For the past month or so, I’ve been reading K.M. Weiland’s Outlining Your Novel: Map Your Way to Success.
One of the ideas that struck me most when reading it was that every scene in a novel should flow from the last, much as a domino in a row of falling dominos will fall when the one before it falls. This idea both intrigued me and scared me, because, to be honest, I wasn’t really sure whether every scene in my current WIP was a “domino.” Was there fluff? Were there things I could remove? Did every subsequent scene follow naturally and irrevocably from my inciting incident?
Luckily, as I read on, my panic was assuaged by a tiny, and seemingly simple piece of advice: If you’re not sure how to get from point A to point B in a novel (or from point H to point K, for that matter), try outlining backwards. Weiland suggested that outlining backwards is one of the best ways to ensure your scenes flow organically from one to the next, like dominoes.
I took the advice to heart and began at the final scene of my novel (which I already knew by heart…sighs), and started working backwards from there. I have to say, it was tremendously helpful.
I had written the first 70 or 80 pages of my WIP by the seat of my pants, as I had with my last novel. But I’d started to become concerned that my plot would begin to meander if I didn’t know where it was going. Enter my $4.99 Amazon purchase of Weiland’s ebook (A steal folks! I swear I’m not getting paid for this post). Anyway, I knew my beginning, I knew my characters, but I didn’t know how best to get to my last scene without slogging through a fluffy, saggy middle. So, taking Weiland’s advice, I briefly sketched the details of my last scene in a notebook and then asked, “How do I get there? What characters actions, motivations, desires, mistakes, will lead me to this point?”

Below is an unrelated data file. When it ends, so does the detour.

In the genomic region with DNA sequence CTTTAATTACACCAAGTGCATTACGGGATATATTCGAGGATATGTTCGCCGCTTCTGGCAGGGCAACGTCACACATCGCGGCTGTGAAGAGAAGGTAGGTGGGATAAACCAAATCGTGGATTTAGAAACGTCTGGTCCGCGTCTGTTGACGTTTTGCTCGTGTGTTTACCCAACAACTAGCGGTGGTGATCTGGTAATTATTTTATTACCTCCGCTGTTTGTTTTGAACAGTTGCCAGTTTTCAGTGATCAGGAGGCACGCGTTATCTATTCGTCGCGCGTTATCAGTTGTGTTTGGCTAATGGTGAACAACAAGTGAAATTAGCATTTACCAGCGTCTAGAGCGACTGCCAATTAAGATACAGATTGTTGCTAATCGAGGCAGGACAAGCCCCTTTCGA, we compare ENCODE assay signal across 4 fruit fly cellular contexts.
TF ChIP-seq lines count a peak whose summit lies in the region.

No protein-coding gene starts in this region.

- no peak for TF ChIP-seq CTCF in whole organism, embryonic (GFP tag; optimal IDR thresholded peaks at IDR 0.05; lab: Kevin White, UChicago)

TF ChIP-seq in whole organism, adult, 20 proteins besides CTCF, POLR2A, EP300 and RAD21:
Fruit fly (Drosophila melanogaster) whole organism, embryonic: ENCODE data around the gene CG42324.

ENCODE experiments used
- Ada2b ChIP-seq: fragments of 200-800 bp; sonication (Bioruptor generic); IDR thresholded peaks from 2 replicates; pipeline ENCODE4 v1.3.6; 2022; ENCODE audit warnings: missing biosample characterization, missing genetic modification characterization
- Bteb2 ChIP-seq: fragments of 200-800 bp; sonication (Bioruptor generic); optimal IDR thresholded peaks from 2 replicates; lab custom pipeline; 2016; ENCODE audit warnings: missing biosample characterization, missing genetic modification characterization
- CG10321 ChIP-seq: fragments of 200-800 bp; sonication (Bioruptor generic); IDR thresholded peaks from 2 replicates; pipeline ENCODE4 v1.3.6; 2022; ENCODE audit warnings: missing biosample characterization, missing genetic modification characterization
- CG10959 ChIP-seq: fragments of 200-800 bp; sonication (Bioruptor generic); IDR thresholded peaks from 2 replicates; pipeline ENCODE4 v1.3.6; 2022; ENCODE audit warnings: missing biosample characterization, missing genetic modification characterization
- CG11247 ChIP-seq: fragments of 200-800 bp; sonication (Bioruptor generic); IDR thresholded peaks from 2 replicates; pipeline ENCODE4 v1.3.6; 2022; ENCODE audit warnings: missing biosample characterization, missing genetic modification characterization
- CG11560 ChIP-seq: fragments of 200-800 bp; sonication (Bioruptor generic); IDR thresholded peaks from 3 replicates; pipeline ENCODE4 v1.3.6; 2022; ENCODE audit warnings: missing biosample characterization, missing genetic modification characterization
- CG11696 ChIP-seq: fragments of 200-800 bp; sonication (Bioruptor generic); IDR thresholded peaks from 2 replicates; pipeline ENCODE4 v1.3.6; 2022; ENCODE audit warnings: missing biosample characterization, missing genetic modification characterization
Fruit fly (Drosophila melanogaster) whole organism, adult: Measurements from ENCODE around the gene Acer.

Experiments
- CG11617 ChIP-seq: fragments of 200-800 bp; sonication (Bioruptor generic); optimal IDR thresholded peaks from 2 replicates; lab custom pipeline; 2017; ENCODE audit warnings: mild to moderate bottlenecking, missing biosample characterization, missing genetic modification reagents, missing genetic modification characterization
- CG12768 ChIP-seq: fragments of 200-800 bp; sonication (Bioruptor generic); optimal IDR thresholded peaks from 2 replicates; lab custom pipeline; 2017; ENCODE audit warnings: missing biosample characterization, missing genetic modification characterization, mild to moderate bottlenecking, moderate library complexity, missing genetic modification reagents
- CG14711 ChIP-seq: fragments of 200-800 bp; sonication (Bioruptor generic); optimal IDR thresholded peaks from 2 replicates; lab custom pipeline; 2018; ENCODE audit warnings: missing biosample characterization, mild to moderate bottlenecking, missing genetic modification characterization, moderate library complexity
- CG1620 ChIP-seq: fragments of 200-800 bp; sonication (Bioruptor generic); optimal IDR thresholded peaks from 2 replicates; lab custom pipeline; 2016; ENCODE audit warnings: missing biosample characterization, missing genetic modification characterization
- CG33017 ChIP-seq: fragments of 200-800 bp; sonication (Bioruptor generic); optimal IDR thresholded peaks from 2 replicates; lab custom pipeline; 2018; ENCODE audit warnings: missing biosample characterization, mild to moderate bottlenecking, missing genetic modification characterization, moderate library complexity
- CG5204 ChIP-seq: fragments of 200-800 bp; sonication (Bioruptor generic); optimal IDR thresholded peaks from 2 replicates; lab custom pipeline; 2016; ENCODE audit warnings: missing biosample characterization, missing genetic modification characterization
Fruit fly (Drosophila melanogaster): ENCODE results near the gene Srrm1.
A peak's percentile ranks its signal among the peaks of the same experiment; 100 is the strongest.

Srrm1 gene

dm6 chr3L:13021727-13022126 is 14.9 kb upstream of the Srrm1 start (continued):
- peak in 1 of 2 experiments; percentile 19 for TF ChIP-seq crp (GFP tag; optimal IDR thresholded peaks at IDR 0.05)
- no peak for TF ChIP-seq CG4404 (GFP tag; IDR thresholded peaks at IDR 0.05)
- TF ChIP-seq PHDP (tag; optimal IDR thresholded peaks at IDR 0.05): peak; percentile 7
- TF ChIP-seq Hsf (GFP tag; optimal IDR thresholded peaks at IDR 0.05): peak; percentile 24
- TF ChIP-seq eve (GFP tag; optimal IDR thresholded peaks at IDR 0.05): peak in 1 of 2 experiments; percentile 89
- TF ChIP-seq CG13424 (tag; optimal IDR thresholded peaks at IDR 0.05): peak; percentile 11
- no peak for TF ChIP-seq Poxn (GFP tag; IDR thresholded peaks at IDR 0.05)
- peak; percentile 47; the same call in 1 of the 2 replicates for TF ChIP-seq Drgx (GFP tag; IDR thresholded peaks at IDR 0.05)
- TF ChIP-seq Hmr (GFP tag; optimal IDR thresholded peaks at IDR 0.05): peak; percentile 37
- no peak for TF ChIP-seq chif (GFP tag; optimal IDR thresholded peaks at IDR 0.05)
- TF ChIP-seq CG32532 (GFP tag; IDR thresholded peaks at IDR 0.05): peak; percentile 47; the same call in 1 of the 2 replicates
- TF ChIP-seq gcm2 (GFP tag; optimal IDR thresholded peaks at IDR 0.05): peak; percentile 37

And then the ideas began to flow. I wrote scene by scene, backwards, all the way to the point where I’d left off in my writing: the beginning I felt pretty decent about. I found that when I looked back over what I’d outlined, my scenes were more focused and driven. They got from point A to point B organically (I think). And my characters’ desires and motivations led them there. This may sound simple, but for me, it was huge. After writing a 100,000+ doorstop as my first novel, I knew I needed to focus in on the essentials and skip the fluff.
What’s funny is that I’ve always been kind of “anti-outline,” like it was the enemy of creativity, but after reading Weiland’s book, and implementing many of her suggestions to draw out a map for my story, I feel it’s just the opposite. I know when I go back to write my scenes I’ll still have room for creativity. And the bonus? As I retool the notecard storyboard I made, I can figure out plot holes in advance, and look to see whether various characters are getting enough stage time. This is all work that can be done much easier when you’re only rescribbling a few notecards or notebook pages, rather than going back through 80,000 plus words of a novel looking for these things.
I highly recommend the book to all you pantsers out there! It just might change your stripes.